identify the mistakes in his writing. This approach to dictation broke the exercise

down into small, manageable steps to help students be more successful while also
giving them tools to use in future dictations.
After passing out a sheet describing what they should prepare for their
upcoming hearing, he gave the class five minutes to sign up for hearing times, and
then they discussed what they should expect on that day. For the last ten minutes of
class, Dr. Cummings introduced anacrusic rhythms, saying that since they have had
a lot of experience performing this type of rhythm, their biggest difficulty will likely
be with conducting exercises that begin with an anacrusis. They tried a few
examples in their Rhythm and Pitch book and discussed how they would start each
of the exercises. He gave them a minute to work in pairs conducting each other to
try to figure out the best way to start each example. This insistence on conducting
reinforces the belief from our reading that rhythm and pulse need to be physically
felt. As a class, they whispered the first beats in the measure to reinforce pulse and
tempo and then spoke and conducted the necessary beats to start each example on
takadimi syllables. He also selected two different studentseach asked to choose a
new tempoto start the class by counting a full measure before they all began their
conducting. At this point, he asked the students to close their eyes and listen while
he spoke the same rhythm twicefirst with the inflection implied by the anacrusis
and second with no inflectionand then asked the students which sounded more
anacrusic. This emphasized the need for the students to not only perform examples
correctly, but also with appropriate musical intent and style as Karpinski
encourages. The last three minutes of class involved an activity where Dr.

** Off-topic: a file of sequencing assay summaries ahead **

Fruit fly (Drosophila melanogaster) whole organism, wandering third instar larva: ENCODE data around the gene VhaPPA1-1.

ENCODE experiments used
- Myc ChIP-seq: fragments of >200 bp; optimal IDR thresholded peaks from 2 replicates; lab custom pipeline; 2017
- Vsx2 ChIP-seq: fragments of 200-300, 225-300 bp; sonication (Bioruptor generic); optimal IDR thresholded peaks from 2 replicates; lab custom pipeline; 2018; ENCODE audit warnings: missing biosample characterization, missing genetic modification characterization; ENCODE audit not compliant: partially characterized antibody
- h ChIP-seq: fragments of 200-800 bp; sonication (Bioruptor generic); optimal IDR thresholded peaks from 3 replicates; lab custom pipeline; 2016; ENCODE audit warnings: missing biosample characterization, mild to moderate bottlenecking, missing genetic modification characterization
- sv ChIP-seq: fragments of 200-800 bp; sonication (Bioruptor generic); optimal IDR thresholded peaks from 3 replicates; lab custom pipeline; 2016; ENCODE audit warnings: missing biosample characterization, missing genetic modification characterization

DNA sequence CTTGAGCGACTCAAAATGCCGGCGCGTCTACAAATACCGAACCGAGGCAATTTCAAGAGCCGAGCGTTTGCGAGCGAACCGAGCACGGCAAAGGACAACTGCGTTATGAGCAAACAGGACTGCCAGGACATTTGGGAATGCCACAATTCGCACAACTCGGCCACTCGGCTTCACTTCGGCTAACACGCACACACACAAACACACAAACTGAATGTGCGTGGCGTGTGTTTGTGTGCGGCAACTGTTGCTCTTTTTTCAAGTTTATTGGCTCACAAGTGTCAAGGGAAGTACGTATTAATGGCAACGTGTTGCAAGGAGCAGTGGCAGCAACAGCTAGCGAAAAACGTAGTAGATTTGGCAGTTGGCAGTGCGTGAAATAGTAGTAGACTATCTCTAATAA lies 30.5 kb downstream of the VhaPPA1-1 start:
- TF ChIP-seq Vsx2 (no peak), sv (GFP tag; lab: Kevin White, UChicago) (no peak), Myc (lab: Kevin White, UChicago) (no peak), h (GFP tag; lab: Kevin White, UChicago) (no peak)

Cummings played familiar tunes that begin with an anacrusis and the students
needed to quickly figure out the time signature and how to notate the anacrusis for
each song. This exercise was simplified by making all of the songs in treble clef and

in the same key signature so that they could focus more on the rhythmic concepts
for each example. For the last of these songs, the Star Spangled Banner, Dr.
Cummings prepared the students by saying that there was a chromatic pitch in the
melody before he played it. After playing it twice, he asked them leading questions
to help them figure out what pitch and solfege syllable was correct for that note,
and then told them that they would be starting to explore chromatic pitches like
that one in March.
The most interesting thing I found in observing this lesson was Dr. Cummings
approach to dictations. The idea to completely isolate rhythmic and melodic
dictation so that the students initially develop those skills separately makes logical,
pedagogical sense based on the idea presented by Rogers in our reading of building
on simple concepts to gradually achieve more complexity. His scaffolding of steps
for taking dictations was also based on this same pedagogical idea. Based on what I
saw in this lesson, Dr. Cummings seems to believe strongly in careful, strategic
planning that builds concepts from simple to complex to give students reliable tools
to help them be more successful and confident in performing and taking dictations.
The organization, quick pacing, pedagogically informed instruction, and positive
environment of his classroom kept students constantly engaged in their learning
while making them feel comfortable performing tasks like taking dictations that are
often very stressful for students.